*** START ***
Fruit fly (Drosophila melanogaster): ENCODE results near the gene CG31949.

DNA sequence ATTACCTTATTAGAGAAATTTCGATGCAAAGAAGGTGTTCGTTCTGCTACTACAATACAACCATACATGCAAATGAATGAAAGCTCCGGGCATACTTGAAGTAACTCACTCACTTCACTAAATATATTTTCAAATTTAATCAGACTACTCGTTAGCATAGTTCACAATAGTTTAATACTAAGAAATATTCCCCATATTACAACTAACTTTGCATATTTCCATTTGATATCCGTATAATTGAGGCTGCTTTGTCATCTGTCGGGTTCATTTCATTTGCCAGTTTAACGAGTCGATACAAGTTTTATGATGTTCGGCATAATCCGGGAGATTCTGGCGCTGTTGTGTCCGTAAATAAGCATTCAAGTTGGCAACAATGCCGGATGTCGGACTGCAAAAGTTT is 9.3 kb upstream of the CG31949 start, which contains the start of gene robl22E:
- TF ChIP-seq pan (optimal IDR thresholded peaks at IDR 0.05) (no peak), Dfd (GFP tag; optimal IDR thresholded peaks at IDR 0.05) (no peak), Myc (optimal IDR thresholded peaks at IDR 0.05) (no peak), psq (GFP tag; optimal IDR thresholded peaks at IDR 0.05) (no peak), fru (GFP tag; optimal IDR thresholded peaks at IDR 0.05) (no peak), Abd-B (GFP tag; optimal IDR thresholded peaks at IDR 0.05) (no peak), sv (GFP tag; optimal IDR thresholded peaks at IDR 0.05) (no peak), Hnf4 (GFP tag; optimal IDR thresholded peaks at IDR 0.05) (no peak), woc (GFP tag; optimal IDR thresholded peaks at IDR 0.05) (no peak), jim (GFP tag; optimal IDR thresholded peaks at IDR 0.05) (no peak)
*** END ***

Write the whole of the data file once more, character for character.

Fruit fly (Drosophila melanogaster): ENCODE results near the gene CG31949.

DNA sequence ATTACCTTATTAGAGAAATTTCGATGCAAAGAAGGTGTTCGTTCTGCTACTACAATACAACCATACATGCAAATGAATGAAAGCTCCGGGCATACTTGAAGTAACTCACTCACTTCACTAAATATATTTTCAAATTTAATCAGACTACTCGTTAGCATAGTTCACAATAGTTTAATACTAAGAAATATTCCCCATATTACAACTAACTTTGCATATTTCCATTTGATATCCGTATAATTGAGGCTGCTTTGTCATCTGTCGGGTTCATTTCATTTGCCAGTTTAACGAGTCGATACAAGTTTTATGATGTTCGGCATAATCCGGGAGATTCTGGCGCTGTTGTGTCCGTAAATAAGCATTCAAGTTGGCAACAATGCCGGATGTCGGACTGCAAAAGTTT is 9.3 kb upstream of the CG31949 start, which contains the start of gene robl22E:
- TF ChIP-seq pan (optimal IDR thresholded peaks at IDR 0.05) (no peak), Dfd (GFP tag; optimal IDR thresholded peaks at IDR 0.05) (no peak), Myc (optimal IDR thresholded peaks at IDR 0.05) (no peak), psq (GFP tag; optimal IDR thresholded peaks at IDR 0.05) (no peak), fru (GFP tag; optimal IDR thresholded peaks at IDR 0.05) (no peak), Abd-B (GFP tag; optimal IDR thresholded peaks at IDR 0.05) (no peak), sv (GFP tag; optimal IDR thresholded peaks at IDR 0.05) (no peak), Hnf4 (GFP tag; optimal IDR thresholded peaks at IDR 0.05) (no peak), woc (GFP tag; optimal IDR thresholded peaks at IDR 0.05) (no peak), jim (GFP tag; optimal IDR thresholded peaks at IDR 0.05) (no peak)